That’s a totally legitimate view. As Mead notes, John Quincy Adams, Walter Lippmann, and George Kennan were all, in different ways, Jeffersonians. Andrew Bacevich and Ron Paul are today. And American foreign policy, which is dominated by an interventionist bipartisan elite, can benefit from a Jeffersonian critique. How does it benefit ordinary Americans to continue an endless, almost certainly unwinnable, war in Afghanistan? Why is the United States considering expanding NATO when it means pledging American lives to defend countries that many Americans have never even heard of?
But it’s one thing to oppose defending the American empire. It’s another to oppose defending the American homeland. By intervening in the 2016 election, Russia did not threaten American influence in Afghanistan or Ukraine or Syria. It threatened America itself.
Near the heart of American democracy lies the idea that Americans—not foreign governments—should choose America’s leaders. It appears Russia challenged that by mounting a widespread, largely clandestine, campaign to get a particular candidate elected. And to make matters worse, the candidate it helped elect himself poses a serious threat to the rule of law in the United States.
Already, American liberal democracy is weaker because of what Russia did. If Russia casts doubt on the legitimacy of future American elections—by hacking into voting machines or spreading disinformation to discredit the results—it could do even greater harm. If Blumenthal and Greenwald are indignant about Kris Kobach’s efforts to limit Americans’ ability to choose their leaders, they should be indignant about Vladimir Putin’s too.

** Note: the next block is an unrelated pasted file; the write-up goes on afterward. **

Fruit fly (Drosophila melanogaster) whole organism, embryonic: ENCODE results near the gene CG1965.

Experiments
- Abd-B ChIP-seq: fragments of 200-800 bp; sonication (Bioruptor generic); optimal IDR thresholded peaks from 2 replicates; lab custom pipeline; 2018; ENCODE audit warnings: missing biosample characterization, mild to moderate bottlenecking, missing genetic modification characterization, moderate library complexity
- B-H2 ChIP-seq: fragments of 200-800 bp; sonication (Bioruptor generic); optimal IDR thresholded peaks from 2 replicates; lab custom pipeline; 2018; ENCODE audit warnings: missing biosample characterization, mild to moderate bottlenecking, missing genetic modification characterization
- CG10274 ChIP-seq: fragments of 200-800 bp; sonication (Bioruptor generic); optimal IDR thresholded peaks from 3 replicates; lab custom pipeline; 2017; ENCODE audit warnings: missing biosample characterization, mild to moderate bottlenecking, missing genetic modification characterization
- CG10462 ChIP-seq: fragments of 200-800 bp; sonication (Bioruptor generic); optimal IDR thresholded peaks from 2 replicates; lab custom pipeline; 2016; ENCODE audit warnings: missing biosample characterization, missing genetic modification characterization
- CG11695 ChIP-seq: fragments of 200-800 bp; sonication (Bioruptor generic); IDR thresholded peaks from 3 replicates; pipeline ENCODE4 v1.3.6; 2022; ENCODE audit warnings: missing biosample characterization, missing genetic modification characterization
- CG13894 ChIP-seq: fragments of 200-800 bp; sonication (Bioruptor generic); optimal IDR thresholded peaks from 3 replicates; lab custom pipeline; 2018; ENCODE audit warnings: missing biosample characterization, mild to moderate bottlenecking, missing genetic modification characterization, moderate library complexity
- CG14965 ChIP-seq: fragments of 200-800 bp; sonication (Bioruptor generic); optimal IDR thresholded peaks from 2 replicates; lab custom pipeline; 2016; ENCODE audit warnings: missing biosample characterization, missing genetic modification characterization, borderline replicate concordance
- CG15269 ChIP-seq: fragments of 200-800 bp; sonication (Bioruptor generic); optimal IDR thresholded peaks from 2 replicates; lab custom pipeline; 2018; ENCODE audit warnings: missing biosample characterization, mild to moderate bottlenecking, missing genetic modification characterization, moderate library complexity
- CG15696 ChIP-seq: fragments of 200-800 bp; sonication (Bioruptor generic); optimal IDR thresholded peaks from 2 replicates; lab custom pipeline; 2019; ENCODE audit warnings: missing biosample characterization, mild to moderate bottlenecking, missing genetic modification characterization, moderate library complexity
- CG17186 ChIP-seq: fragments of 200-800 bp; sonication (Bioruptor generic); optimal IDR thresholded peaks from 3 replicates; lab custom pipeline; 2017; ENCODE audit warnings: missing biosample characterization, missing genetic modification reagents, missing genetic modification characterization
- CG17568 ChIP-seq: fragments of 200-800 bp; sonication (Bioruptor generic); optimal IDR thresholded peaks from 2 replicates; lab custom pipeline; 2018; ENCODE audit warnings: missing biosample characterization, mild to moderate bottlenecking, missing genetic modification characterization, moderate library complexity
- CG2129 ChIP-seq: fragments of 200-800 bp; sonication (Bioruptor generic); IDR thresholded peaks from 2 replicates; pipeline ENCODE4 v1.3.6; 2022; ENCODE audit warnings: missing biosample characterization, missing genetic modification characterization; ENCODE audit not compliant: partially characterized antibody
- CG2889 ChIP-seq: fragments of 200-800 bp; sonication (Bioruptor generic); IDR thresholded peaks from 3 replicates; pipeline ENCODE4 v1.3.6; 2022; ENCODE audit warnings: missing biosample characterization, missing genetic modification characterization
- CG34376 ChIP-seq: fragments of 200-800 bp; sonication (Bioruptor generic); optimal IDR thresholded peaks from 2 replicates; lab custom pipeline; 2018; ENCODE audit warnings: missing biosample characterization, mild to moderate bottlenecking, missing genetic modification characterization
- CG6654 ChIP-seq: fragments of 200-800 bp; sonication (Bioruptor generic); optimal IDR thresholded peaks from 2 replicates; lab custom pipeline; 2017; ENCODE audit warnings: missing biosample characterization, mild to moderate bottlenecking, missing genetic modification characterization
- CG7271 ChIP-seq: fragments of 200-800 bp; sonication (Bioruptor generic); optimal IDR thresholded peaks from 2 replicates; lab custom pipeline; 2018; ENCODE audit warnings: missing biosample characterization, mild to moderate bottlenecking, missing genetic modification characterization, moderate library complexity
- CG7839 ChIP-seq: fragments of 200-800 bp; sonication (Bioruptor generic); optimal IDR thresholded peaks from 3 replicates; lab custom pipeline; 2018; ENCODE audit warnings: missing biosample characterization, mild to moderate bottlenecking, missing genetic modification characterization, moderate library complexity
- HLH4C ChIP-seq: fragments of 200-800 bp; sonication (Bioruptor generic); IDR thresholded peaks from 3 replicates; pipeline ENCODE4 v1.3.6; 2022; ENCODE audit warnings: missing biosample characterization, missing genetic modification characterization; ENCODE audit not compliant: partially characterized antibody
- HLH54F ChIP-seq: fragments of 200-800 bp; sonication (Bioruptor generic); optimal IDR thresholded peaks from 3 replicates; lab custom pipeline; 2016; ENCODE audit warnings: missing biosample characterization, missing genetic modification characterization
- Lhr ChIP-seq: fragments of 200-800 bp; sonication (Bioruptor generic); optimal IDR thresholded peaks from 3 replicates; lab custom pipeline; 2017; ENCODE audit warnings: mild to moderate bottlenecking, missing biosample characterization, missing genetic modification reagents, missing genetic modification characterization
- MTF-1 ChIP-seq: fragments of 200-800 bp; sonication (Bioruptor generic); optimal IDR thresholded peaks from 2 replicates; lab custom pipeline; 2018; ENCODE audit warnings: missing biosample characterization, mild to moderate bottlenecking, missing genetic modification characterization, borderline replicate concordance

In his interview with Carlson, Blumenthal attacked Maryland Democratic Senator Ben Cardin for calling Russia’s meddling “a political Pearl Harbor.” But in some ways, it’s an apt analogy. Until December 7, 1941, America’s conflict with Japan had been waged far from America’s shores. Tokyo wanted a sphere of influence in East Asia, its own Monroe Doctrine. The United States wanted to deny Japan hegemony over China, Indochina, the Dutch East Indies and the Philippines. It was a contest over imperial frontiers. Then, on December 7, Japan unexpectedly crossed the Pacific and attacked the United States itself. Suddenly, even Jeffersonians had to acknowledge that Japan constituted a threat.
Similarly, in recent years the United States has waged proxy battles against Russia in places like Ukraine, Syria, and Afghanistan, which are far from American shores. Jeffersonians can legitimately argue that America’s struggle for influence in those countries does more harm than good.
But last year, Russia unexpectedly attacked the United States itself in ways that genuinely harmed ordinary Americans. Trying to prevent Russia from doing so again doesn’t make you an imperialist or a hawk. No matter how anti-interventionist you are, you need to protect your own country.